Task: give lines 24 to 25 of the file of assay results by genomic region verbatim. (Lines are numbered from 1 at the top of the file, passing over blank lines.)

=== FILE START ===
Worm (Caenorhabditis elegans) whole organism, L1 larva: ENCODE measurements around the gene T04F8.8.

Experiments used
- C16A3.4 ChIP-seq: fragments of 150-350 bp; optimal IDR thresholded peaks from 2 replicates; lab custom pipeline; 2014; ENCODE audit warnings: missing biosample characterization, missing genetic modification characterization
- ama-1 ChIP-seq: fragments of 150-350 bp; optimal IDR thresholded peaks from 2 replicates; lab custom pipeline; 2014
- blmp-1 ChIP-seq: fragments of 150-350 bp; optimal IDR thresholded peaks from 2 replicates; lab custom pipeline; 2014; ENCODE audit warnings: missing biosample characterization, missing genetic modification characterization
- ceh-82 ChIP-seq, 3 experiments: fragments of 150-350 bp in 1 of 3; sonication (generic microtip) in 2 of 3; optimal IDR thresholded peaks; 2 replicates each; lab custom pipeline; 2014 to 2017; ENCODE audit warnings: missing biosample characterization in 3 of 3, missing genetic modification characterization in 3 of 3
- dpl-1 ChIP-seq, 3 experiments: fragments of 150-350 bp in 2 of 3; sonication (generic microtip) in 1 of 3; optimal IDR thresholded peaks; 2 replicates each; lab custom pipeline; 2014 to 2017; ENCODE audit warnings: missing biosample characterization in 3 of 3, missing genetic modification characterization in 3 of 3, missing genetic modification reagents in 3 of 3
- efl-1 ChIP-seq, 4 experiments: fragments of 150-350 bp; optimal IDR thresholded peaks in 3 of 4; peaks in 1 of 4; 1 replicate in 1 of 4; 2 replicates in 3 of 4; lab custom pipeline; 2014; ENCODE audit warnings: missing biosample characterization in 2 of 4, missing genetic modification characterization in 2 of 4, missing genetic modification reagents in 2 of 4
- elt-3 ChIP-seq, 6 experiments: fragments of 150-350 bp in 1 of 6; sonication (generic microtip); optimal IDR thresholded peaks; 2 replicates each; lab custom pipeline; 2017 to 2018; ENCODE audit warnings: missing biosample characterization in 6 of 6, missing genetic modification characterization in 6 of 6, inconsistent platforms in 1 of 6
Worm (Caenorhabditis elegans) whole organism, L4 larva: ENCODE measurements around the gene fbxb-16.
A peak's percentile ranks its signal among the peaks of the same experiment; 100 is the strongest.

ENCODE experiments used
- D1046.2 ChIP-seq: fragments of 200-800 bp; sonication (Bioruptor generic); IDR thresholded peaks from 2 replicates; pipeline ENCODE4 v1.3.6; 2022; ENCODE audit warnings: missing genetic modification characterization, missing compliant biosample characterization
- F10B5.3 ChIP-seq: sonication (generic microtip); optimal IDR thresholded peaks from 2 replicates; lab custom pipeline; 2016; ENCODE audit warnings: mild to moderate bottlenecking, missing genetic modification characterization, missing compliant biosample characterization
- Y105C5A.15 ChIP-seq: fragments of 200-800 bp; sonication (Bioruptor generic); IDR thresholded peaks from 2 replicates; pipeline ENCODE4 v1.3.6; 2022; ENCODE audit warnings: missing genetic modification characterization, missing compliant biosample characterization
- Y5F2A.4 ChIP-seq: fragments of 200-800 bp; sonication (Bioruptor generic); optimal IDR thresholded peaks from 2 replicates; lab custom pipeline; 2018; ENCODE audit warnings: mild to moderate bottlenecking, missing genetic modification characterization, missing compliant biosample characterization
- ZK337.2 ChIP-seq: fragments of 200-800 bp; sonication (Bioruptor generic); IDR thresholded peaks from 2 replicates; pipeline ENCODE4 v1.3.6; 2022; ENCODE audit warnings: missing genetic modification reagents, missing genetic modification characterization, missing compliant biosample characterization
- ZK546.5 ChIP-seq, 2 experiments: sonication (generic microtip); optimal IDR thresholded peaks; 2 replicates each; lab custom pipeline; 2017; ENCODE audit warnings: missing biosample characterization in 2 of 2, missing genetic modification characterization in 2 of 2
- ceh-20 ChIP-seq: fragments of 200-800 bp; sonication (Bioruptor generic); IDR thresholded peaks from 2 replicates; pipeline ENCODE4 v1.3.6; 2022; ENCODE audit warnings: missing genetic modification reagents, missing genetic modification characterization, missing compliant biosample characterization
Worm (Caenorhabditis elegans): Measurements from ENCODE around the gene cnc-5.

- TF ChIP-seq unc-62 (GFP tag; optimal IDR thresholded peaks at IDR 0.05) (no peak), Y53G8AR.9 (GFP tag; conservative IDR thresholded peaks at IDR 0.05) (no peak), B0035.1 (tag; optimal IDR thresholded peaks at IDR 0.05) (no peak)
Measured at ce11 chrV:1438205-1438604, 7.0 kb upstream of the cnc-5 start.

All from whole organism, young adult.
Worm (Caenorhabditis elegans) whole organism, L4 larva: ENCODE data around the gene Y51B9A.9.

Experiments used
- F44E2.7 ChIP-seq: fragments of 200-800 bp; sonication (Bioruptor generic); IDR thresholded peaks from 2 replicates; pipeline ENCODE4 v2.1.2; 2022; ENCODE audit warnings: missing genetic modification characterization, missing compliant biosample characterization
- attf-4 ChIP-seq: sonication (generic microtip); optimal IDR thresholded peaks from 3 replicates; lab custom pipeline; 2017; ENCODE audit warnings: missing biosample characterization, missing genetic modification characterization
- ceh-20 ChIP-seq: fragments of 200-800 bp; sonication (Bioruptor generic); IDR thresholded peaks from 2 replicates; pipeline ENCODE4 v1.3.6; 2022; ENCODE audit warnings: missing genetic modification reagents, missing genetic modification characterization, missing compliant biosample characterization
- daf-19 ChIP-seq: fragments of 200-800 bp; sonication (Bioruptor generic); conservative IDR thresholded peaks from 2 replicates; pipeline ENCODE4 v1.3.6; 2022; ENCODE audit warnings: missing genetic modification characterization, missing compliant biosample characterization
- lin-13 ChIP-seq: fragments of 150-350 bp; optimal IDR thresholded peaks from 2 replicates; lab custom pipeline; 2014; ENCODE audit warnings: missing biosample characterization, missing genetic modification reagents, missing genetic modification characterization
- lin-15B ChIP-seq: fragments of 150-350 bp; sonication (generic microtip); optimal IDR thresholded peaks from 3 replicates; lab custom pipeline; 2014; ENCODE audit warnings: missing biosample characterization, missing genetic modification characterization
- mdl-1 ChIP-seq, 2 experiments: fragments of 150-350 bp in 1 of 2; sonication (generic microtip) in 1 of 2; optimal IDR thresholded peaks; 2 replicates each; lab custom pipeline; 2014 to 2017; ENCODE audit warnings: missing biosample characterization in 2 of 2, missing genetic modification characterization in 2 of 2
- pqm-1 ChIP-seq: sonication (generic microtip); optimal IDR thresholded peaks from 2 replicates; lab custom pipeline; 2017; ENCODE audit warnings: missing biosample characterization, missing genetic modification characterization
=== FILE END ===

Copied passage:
Worm (Caenorhabditis elegans) whole organism, L4 larva: ENCODE data around the gene Y51B9A.9.

Experiments used